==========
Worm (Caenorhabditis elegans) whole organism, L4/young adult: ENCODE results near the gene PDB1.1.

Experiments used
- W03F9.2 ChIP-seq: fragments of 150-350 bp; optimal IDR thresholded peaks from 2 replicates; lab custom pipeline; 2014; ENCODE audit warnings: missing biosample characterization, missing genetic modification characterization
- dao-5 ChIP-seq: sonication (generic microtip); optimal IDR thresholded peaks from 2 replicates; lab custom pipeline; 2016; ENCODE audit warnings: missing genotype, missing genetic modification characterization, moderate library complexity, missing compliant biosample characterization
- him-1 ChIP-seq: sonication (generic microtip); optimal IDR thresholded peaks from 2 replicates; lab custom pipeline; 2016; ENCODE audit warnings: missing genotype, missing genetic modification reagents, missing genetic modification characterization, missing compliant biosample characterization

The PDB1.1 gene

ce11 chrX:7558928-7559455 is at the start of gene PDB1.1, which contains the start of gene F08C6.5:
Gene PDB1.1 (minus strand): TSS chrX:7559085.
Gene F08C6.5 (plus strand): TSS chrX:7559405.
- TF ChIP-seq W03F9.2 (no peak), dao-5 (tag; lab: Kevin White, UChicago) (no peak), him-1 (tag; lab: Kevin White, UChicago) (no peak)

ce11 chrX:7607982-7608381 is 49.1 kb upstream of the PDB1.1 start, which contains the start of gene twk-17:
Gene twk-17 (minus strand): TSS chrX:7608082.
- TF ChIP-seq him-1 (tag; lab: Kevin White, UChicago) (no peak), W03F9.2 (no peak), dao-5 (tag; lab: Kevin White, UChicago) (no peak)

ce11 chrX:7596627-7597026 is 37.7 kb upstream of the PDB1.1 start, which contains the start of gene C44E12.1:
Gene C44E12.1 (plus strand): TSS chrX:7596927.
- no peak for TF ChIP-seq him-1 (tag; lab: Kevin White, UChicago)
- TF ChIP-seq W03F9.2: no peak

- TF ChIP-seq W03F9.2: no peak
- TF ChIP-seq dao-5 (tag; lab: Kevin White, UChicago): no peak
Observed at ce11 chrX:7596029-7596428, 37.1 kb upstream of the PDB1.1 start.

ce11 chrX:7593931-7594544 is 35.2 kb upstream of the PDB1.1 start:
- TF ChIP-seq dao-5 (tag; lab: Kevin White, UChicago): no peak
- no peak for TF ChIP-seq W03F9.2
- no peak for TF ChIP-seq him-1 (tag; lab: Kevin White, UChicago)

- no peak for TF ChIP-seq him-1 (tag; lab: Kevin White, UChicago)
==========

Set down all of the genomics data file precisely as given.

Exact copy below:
Worm (Caenorhabditis elegans) whole organism, L4/young adult: ENCODE results near the gene PDB1.1.

Experiments used
- W03F9.2 ChIP-seq: fragments of 150-350 bp; optimal IDR thresholded peaks from 2 replicates; lab custom pipeline; 2014; ENCODE audit warnings: missing biosample characterization, missing genetic modification characterization
- dao-5 ChIP-seq: sonication (generic microtip); optimal IDR thresholded peaks from 2 replicates; lab custom pipeline; 2016; ENCODE audit warnings: missing genotype, missing genetic modification characterization, moderate library complexity, missing compliant biosample characterization
- him-1 ChIP-seq: sonication (generic microtip); optimal IDR thresholded peaks from 2 replicates; lab custom pipeline; 2016; ENCODE audit warnings: missing genotype, missing genetic modification reagents, missing genetic modification characterization, missing compliant biosample characterization

The PDB1.1 gene

ce11 chrX:7558928-7559455 is at the start of gene PDB1.1, which contains the start of gene F08C6.5:
Gene PDB1.1 (minus strand): TSS chrX:7559085.
Gene F08C6.5 (plus strand): TSS chrX:7559405.
- TF ChIP-seq W03F9.2 (no peak), dao-5 (tag; lab: Kevin White, UChicago) (no peak), him-1 (tag; lab: Kevin White, UChicago) (no peak)

ce11 chrX:7607982-7608381 is 49.1 kb upstream of the PDB1.1 start, which contains the start of gene twk-17:
Gene twk-17 (minus strand): TSS chrX:7608082.
- TF ChIP-seq him-1 (tag; lab: Kevin White, UChicago) (no peak), W03F9.2 (no peak), dao-5 (tag; lab: Kevin White, UChicago) (no peak)

ce11 chrX:7596627-7597026 is 37.7 kb upstream of the PDB1.1 start, which contains the start of gene C44E12.1:
Gene C44E12.1 (plus strand): TSS chrX:7596927.
- no peak for TF ChIP-seq him-1 (tag; lab: Kevin White, UChicago)
- TF ChIP-seq W03F9.2: no peak

- TF ChIP-seq W03F9.2: no peak
- TF ChIP-seq dao-5 (tag; lab: Kevin White, UChicago): no peak
Observed at ce11 chrX:7596029-7596428, 37.1 kb upstream of the PDB1.1 start.

ce11 chrX:7593931-7594544 is 35.2 kb upstream of the PDB1.1 start:
- TF ChIP-seq dao-5 (tag; lab: Kevin White, UChicago): no peak
- no peak for TF ChIP-seq W03F9.2
- no peak for TF ChIP-seq him-1 (tag; lab: Kevin White, UChicago)

- no peak for TF ChIP-seq him-1 (tag; lab: Kevin White, UChicago)